On 17 November 2008, the US and Iraq agreed to a Status of Forces Agreement,[237] as part of the broader Strategic Framework Agreement.[238] On 5 January 2020, the Iraqi parliament voted for a resolution that urges the government to work on expelling US troops from Iraq. The resolution was passed two days after a US drone strike that killed Iranian Major General Qasem Soleimani of the Islamic Revolutionary Guard Corps, commander of the Quds Force. The resolution specifically calls for ending of a 2014 agreement allowing Washington to help Iraq against Islamic State groups by sending troops.[239] This resolution will also signify ending an agreement with Washington to station troops in Iraq as Iran vows to retaliate after the killing.[240] On 28 September 2020, Washington made preparations to withdraw diplomats from Iraq, as a result of Iranian-backed militias firing rockets at the American Embassy in Baghdad. The officials said that the move was seen as an escalation of American confrontation with Iran.[241] The United States significantly reduced its military presence in Iraq after the defeat of ISIS.[242]

Human rights

Relations between Iraq and its Kurdish population have been sour in recent history, especially with Saddam Hussein's genocidal campaign against them in the 1980s. After uprisings during the early 90s, many Kurds fled their homeland and no-fly zones were established in northern Iraq to prevent more conflicts. Despite historically poor relations, some progress has been made, and Iraq elected its first Kurdish president, Jalal Talabani, in 2005. Furthermore, Kurdish is now an official language of Iraq alongside Arabic according to Article 4 of the Constitution.[36]

LGBT rights in Iraq remain limited. Although decriminalised, homosexuality remains stigmatised in Iraqi society.[243] Human rights in Islamic State-controlled territory have been recorded as highly violated. It included mass executions in Islamic State-occupied part of Mosul and genocide of the Yazidis in Yazidi populated Sinjar, which is in northern Iraq.[244]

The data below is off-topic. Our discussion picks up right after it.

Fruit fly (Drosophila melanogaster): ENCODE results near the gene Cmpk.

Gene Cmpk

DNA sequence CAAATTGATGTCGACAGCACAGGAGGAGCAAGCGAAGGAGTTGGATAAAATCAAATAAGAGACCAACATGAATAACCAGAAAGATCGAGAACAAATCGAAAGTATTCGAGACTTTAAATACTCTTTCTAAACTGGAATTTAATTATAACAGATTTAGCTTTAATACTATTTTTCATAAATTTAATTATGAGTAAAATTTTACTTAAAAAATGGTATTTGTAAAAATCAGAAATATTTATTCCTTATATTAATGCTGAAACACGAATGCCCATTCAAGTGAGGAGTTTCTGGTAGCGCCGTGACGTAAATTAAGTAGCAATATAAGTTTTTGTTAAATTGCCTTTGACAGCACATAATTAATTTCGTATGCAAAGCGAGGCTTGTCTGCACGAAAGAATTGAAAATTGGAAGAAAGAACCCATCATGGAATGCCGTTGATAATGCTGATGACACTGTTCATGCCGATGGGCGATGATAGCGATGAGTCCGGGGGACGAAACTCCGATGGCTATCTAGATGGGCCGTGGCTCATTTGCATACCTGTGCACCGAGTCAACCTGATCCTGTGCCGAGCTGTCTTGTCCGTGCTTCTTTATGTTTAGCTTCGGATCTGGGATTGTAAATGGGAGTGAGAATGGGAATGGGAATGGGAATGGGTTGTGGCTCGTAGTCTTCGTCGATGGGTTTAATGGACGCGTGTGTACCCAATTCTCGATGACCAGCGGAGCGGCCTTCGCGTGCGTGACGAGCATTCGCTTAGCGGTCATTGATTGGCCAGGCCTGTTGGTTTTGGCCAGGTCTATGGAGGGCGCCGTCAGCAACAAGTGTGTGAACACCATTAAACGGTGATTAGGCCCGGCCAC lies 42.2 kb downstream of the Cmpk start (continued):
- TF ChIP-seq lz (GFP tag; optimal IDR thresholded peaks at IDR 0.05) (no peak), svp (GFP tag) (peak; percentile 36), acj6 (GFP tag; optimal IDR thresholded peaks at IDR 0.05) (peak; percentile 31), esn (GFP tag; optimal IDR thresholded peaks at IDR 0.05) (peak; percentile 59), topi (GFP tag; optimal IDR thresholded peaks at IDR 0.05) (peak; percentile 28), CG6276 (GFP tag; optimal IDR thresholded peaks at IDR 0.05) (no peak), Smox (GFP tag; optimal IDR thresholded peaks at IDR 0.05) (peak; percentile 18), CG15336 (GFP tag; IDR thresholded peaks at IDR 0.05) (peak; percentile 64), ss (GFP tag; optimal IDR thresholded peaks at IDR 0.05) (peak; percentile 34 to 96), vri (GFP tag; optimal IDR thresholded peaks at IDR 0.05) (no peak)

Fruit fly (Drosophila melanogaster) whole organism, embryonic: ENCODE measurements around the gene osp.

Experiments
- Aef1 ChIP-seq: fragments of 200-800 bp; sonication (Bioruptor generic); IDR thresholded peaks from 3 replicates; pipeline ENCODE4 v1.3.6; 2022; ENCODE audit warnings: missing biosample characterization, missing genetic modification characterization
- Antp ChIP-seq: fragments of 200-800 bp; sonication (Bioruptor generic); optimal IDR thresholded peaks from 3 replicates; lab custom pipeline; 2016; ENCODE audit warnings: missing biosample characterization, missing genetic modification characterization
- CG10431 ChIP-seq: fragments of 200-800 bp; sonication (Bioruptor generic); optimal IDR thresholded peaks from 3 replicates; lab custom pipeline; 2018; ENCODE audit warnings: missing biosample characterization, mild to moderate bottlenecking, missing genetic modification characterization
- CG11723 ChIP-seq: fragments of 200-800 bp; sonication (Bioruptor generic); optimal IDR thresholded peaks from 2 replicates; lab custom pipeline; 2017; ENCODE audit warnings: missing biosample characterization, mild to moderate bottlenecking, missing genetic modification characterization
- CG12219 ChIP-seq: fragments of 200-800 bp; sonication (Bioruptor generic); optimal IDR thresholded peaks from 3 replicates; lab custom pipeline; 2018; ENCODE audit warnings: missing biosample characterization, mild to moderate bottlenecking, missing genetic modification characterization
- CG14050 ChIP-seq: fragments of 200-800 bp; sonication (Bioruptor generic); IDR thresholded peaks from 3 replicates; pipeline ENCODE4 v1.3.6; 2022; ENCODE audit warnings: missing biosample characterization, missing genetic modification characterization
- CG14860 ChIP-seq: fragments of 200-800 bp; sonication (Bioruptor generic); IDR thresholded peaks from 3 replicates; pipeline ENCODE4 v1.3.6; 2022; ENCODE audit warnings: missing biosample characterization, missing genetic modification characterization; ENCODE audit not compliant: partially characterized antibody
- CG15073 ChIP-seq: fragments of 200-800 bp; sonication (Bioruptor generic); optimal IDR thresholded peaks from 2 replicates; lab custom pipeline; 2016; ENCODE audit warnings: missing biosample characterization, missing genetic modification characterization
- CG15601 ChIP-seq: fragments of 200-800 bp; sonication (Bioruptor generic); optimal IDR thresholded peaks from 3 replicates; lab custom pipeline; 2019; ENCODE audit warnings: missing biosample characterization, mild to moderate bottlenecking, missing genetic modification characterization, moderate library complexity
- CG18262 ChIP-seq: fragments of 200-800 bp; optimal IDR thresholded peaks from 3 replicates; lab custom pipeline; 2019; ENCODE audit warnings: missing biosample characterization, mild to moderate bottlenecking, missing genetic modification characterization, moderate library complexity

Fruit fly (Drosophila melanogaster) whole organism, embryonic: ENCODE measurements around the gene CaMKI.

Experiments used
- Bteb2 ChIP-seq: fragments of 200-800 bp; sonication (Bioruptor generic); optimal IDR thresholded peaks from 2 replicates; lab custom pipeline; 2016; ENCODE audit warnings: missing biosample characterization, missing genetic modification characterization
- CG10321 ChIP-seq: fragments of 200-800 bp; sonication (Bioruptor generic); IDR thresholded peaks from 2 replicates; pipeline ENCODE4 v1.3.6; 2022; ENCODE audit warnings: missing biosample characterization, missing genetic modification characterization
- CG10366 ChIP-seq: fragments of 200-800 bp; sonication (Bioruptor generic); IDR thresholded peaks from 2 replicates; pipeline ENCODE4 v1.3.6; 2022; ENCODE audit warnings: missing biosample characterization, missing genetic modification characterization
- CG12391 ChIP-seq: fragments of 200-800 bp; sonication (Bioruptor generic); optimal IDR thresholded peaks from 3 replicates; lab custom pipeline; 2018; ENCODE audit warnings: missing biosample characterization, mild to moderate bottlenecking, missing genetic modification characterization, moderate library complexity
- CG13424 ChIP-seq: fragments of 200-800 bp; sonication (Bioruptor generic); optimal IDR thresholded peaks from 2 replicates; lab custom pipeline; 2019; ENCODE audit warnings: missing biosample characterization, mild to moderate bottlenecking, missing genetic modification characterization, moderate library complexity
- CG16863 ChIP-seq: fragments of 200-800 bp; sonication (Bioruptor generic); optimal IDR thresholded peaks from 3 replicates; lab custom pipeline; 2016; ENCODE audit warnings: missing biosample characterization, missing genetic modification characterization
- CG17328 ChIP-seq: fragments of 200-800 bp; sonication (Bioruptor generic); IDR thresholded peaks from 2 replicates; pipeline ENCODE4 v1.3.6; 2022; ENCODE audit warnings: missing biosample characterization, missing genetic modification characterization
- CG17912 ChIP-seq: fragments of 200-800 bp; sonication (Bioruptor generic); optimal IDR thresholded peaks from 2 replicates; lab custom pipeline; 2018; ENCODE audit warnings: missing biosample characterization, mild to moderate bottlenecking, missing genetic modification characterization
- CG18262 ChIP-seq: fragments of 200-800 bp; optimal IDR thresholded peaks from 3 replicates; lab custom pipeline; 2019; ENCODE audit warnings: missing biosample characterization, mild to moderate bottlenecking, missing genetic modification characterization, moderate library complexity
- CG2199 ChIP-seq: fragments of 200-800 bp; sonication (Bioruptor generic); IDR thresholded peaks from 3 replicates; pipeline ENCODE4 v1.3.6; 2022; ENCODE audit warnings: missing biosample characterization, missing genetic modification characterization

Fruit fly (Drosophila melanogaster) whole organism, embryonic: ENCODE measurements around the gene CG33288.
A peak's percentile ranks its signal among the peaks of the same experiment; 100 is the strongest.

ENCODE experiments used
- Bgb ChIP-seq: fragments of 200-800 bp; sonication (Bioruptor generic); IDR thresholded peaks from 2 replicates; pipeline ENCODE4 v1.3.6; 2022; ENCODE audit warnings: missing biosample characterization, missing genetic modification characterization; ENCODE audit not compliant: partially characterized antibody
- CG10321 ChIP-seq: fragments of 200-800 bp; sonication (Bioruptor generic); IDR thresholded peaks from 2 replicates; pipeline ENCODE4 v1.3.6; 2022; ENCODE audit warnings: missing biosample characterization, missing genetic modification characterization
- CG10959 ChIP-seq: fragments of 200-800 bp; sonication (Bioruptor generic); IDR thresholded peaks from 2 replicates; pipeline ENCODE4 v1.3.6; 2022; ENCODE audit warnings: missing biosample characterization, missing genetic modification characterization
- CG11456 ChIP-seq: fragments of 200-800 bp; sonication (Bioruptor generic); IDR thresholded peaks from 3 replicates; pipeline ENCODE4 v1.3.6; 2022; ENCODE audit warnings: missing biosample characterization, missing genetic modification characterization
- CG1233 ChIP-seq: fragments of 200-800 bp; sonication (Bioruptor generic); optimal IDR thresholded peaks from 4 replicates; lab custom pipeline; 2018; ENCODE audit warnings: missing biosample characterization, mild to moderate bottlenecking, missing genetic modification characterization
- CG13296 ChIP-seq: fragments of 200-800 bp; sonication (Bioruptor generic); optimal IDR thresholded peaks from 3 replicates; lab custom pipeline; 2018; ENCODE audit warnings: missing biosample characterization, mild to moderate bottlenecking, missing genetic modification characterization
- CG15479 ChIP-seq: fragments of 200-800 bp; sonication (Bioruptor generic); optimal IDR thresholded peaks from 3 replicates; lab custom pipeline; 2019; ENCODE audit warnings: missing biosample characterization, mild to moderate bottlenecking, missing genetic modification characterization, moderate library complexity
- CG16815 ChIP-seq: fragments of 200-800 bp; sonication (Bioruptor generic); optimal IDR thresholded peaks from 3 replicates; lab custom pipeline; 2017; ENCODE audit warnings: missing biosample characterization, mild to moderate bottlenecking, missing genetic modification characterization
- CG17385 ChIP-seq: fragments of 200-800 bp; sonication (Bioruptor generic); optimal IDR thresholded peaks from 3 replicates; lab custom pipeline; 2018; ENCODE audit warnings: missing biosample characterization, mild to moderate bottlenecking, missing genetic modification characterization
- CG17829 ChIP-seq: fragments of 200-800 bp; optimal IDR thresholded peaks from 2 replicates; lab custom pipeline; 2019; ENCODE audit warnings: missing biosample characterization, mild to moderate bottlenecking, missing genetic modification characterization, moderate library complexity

Administrative divisions

Iraq is composed of eighteen governorates (or provinces) (Arabic: muhafadhat (singular muhafadhah)). The governorates are subdivided into districts (or qadhas), which are further divided into sub-districts (or nawāḥī). A nineteenth governorate, Halabja Governorate, is unrecognised by the Iraqi government.

A clickable map of Iraq exhibiting its eighteen governorates, and partially recognized Halabja.
A clickable map of Iraq exhibiting its governorates.Halabja GovernorateNinawa GovernorateDohuk GovernorateArbil GovernorateSulaymaniyah GovernorateKirkuk GovernorateDiyala GovernorateSalah ad Din GovernorateAl Anbar GovernorateBaghdad GovernorateBabil GovernorateKarbala GovernorateWasit GovernorateAl Najaf GovernorateAl-Qādisiyyah GovernorateMaysan GovernorateDhi Qar GovernorateAl Muthanna GovernorateBasra Governorate
A clickable map of Iraq exhibiting its governorates.


Empire World in Erbil

Iraq's economy is dominated by the oil sector, which has traditionally provided about 95% of foreign exchange earnings. The lack of development in other sectors has resulted in 18%–30% unemployed and a per capita GDP of $4,812.[4] Public sector employment accounted for nearly 60% of full-time employment in 2011.[245] The oil export industry, which dominates the Iraqi economy, generates very little employment.[245] Currently only a modest percentage of women (the highest estimate for 2011 was 22%) participate in the labour force.[245]